Families of Fallen Hotshots Denied Compensation

An honor guard presents families with an American Flag during a memorial service at Tim's Toyota Center July 9, 2013 in Prescott Valley, Arizona. The 19 firefighters, of the Granite Mountain Hotshots crew, died battling the fast-moving wildfire on June 30. Credit: David Kadlubowski / Getty Images

In October 2013, we wrote about an 8,300-acre wildfire that killed 19 Granite Mountain Hotshots in central Arizona on June 30. Ever since then, the families of the elite firefighting crew (one of 110 Hotshot crews in the country) have been waiting to see if the city that employed the men would help compensate the relatives for their losses. On January 21, Prescott, Arizona, gave its answer: No. On all counts.

The family members – who filed claims, along with residents who lost their homes – were seeking more than $300 million in damages, as well as changes to protocol and funding to train new, young wildland firefighters to work the volatile region, which has suffered through some 2,700 fires across 1.6 million acres in the past five years).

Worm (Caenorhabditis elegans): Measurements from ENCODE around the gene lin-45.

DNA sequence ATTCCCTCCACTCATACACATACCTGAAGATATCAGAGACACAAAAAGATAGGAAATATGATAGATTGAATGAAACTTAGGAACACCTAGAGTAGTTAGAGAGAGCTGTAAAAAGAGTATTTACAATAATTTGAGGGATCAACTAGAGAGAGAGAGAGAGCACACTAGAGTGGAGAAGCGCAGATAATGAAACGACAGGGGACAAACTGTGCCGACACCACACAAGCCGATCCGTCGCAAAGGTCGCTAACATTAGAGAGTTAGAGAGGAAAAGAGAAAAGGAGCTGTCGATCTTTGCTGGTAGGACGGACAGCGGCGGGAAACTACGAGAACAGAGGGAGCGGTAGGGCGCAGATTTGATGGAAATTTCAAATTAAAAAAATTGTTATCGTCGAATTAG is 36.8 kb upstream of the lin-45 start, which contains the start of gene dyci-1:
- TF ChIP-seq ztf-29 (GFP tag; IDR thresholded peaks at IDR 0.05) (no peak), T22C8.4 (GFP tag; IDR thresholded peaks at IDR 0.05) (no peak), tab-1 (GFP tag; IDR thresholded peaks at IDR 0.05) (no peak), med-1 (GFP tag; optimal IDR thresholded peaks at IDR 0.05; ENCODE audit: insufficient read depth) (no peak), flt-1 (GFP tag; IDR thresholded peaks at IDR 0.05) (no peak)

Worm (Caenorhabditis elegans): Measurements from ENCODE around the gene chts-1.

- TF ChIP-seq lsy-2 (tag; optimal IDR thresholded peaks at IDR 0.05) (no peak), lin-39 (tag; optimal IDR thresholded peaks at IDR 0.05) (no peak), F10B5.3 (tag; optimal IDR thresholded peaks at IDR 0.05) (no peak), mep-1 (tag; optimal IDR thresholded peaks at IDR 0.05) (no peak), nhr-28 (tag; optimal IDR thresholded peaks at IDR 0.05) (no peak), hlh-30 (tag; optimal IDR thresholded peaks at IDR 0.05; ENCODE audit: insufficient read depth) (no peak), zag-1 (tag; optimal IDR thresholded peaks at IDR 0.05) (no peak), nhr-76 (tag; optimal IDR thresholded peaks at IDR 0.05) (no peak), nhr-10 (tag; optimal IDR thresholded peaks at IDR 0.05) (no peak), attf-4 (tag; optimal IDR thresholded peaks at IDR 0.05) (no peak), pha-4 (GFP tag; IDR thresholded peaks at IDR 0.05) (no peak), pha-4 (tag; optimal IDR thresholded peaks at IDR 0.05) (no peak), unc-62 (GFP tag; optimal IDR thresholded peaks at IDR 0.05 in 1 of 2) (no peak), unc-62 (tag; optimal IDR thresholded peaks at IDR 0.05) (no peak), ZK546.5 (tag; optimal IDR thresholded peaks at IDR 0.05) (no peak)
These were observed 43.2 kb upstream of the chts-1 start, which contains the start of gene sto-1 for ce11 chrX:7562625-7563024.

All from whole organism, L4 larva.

The city Prescott is adamant that it did nothing wrong and has no obligation to pay the families. But as we detailed in a follow-up story, Prescott cut corners. To save money, it classified most of the Hotshots (who often worked 100-hour weeks) as "temporary" or "seasonal," denying them benefits (including life insurance). This is all the city's prerogative. In order to meet federal guidelines for Hotshot crews, however, one of these seasonal employees was listed on the annual certification checklist as full-time.

After the claims were filed, attorneys for Prescott said it "is not liable to claimants because it didn't act intentionally, recklessly, or negligently."

Legally, the city may ultimately be proved right. But that's little solace for the 10 wives, three fiancés, and 16 children without security or steady income. And without the fathers, husbands, and partners who provided it.